Rome: The Eagle of the Twelfth (Rome 3)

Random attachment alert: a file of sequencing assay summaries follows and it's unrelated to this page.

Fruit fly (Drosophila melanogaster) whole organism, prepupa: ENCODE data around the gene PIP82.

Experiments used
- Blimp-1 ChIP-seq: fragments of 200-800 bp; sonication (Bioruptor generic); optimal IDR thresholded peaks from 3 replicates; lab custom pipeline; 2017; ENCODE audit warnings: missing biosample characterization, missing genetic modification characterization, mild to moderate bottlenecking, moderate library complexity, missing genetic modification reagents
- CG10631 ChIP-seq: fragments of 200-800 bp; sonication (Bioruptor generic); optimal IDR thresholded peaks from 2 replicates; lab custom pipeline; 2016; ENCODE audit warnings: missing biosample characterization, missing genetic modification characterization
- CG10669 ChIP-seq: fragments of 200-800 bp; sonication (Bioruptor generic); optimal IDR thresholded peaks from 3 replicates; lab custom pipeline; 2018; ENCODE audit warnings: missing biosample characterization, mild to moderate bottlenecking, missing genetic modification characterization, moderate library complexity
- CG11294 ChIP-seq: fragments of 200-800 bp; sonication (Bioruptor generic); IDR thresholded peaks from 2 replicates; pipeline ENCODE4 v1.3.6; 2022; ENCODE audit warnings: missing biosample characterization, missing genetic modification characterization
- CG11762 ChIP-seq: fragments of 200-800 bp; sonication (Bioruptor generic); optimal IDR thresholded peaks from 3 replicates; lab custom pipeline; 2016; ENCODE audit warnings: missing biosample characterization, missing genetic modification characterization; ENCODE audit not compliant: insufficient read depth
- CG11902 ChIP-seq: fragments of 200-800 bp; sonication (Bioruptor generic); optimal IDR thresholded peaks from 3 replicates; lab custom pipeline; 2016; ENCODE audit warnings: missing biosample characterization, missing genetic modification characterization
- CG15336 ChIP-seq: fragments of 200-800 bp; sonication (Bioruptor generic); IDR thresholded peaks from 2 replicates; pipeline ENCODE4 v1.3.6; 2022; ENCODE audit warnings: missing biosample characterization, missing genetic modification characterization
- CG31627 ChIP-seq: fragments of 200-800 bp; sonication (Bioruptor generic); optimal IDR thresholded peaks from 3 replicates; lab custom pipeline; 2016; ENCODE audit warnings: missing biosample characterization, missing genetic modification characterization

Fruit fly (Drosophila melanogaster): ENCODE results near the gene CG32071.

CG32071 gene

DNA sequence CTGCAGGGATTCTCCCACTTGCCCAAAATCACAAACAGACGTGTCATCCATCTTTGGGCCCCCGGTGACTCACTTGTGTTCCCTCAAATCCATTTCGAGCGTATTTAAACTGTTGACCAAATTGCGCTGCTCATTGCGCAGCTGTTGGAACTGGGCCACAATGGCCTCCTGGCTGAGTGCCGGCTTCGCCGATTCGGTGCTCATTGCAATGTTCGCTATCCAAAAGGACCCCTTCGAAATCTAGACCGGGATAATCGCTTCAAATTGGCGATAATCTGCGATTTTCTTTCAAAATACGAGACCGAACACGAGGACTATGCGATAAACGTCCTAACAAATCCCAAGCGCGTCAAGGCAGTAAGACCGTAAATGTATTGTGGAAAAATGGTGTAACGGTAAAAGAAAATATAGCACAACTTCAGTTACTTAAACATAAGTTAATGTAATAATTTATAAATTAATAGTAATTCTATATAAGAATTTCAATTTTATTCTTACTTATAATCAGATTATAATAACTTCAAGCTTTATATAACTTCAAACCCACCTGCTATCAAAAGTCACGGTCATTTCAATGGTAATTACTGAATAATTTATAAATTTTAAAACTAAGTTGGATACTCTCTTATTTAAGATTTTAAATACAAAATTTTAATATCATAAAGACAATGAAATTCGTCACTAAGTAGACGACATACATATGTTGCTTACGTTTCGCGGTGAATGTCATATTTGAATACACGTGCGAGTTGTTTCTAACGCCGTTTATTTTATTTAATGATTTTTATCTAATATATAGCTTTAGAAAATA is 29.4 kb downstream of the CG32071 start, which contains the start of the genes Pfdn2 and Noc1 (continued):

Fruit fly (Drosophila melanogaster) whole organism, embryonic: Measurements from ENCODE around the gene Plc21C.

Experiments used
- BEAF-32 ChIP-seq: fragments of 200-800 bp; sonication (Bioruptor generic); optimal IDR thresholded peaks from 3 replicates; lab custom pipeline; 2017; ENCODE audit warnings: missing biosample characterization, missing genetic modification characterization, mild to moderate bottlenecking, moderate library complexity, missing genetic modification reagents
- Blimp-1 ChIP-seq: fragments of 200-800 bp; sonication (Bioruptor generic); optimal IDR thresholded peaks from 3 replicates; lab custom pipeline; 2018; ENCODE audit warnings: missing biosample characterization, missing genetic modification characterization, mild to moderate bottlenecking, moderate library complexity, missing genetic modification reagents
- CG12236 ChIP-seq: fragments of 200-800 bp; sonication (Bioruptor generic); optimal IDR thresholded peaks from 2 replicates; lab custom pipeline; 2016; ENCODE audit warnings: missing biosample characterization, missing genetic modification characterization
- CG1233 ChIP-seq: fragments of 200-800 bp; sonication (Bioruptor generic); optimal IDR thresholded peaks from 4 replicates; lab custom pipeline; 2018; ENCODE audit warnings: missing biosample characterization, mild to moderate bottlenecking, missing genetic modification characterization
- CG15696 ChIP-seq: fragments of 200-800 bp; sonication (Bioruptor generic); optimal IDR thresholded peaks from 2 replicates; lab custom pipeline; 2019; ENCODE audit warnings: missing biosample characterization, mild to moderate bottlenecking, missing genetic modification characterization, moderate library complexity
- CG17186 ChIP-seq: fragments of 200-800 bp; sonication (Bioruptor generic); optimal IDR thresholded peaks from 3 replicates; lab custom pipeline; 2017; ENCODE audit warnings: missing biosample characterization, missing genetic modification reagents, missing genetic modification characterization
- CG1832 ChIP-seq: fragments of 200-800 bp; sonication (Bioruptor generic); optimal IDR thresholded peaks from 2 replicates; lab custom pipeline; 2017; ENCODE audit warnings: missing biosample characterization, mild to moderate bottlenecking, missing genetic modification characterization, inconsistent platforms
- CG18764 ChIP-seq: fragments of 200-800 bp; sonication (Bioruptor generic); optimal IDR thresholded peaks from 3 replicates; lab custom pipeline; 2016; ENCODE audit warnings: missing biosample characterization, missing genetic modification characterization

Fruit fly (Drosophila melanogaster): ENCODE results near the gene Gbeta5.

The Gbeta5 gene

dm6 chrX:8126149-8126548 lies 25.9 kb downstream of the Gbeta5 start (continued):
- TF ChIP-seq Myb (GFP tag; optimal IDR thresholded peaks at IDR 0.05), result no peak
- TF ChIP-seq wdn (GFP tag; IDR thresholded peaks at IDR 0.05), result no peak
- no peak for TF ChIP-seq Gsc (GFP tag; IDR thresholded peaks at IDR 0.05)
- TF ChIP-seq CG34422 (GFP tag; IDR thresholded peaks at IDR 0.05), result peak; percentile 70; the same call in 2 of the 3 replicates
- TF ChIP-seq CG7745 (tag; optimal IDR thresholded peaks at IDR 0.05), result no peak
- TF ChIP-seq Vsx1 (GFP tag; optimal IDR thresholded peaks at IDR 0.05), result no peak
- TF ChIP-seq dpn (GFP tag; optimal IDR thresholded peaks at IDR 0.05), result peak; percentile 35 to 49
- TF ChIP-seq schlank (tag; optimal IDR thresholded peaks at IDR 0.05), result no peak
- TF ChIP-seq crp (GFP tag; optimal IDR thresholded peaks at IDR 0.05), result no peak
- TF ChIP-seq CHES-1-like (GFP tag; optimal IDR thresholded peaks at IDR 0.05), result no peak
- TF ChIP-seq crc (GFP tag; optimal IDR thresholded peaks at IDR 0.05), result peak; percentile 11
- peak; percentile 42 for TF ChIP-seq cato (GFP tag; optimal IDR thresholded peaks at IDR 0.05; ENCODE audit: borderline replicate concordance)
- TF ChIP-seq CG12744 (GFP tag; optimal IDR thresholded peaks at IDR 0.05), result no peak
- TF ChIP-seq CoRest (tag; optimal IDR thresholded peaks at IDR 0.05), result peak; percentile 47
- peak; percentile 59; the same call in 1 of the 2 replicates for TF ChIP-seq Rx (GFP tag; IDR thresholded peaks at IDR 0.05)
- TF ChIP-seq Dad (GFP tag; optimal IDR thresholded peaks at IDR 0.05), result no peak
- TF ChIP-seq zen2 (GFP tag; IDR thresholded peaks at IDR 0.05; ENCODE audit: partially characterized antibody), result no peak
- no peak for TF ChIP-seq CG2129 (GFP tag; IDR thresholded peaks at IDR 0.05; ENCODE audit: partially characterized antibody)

Rome: The Eagle of the Twelfth - M.C. Scott Demalion of Macedon accompanies Sebastos Panthera, a Roman spy, to Parthia but their mission is soon concluded. Then he is made to join the Twelfth Legion, notorious for its ill fortune, always facing the harshest of postings, the toughest of campaigns, the most vicious of opponents. Additionally, the Legion is also given a very bad, inexperienced commander - a politician not a soldier.However, amid all of the violence and savagery of his life as a legionary, Demalion realizes he has discovered a vocation - as a soldier and a leader of men. He is made a centurion and has come to love the Twelfth and all the bloody-minded, dark-hearted soldiers he calls his brothers. One of them, a young, beautiful Greek called Heraclides with a nickname of Tears, becomes even somebody closer than that.When Demalion thinks he has found a place in the world, all that he cares about is ripped from him. First his Legion is defeated by the Parthians due to the supreme ignorance and ineptitude of his commander - they have to retreat in shame, just happy to be alive. Then they are ordered to quench the brutal Judaean uprising and the Hebrew army inflicts humiliating defeat upon the legion - not only decimating their ranks, but taking away their soul, the eagle, the symbol of their pride and identity.There is one final chance to save the legion's honour - to steal back the eagle. To do that, Demalion and his fellow legionary scout called Horgias must go undercover into Jerusalem, into the very heart of their enemy - where discovery will mean the worst of deaths. Will they survive a mission which resembles very closely a suicide?What I liked:I haven't read a good historical fiction set in the times of Roman Empire for a long time so when awesome Mel from Mel's Random Reviews sent me this one I was overjoyed. It is the thrid and final installment of a series but you can read it as a standalone without any problems. I found it original and interesting mainly because it depicts Roman wars with Parthia, a relatively less known campaing which took place in the first century A.D. during the reign of Nero. Well, I suppose most of people have heard of Nero, his poems and antics which led to the burning of Rome and persecution of first Christians, but few heard about his wars.Parthia roughly corresponds to the western half of Khorasan region in northeastern Iran. It bordered Media on the west, Hyrcania on the north west, Margiana on the north east, and Aria on the south east. I really enjoyed the fact that it was a completely new setting, as far from Rome and Nero's corrupt court as it could only be.Most of the action is described directly from Demalions’s perspective and there is a real sense that he is right in the midst of these frenetic, bloody encounters. I was really surprised when I found out that the author is actually a woman - Scott perfectly captures the chaos of each engagement as well as the emotions that a soldier must have experienced. Demalion's attitudes toward constant training and bloodshed evolve and he becomes far more comfortable on the battlefield. The initial fear of being in a life threatening situation never disappears but he also learns the raw elation of surviving. After a while he feels most alive when surrounded by chaos of the battle and death.The relationships between soldiers are tight and any losses are horrible.I also liked very much the character of Sebastos Abdes Pantera, also called the Leopard. He was a spy extraordinaire who never revealed more than he should about himself and his missions, often surprising poor Demalion and not always in a good way but also arousing grudging respect. I really regretted we weren't shown the whole world from his POV at least once. In fact I would be perfectly happy if Pantera was given a series on his own. For him I might read the first two parts which, as far as I know, tell his previous adventures as a spy and pupil of Seneca.What I didn't like:The whole novel is set among the Roman soldiers; I certainly understand that there weren't many places for women in such a company but really in this book there is only ONE female character, Hypatia, introduced very late, in the second part of the book, and never properly presented, acting as a prop. I am really disappointed. Apart from that I wish I could find out more about the final fate of Pantera.Final verdict:If you like really good historical fiction books I recommend you this one. It captures not just the epic scale of Rome’s legions, but its core, its heart, its very essence; it strives to show what made the men behind the armour tick. It is also a page-turning military history but notably without women.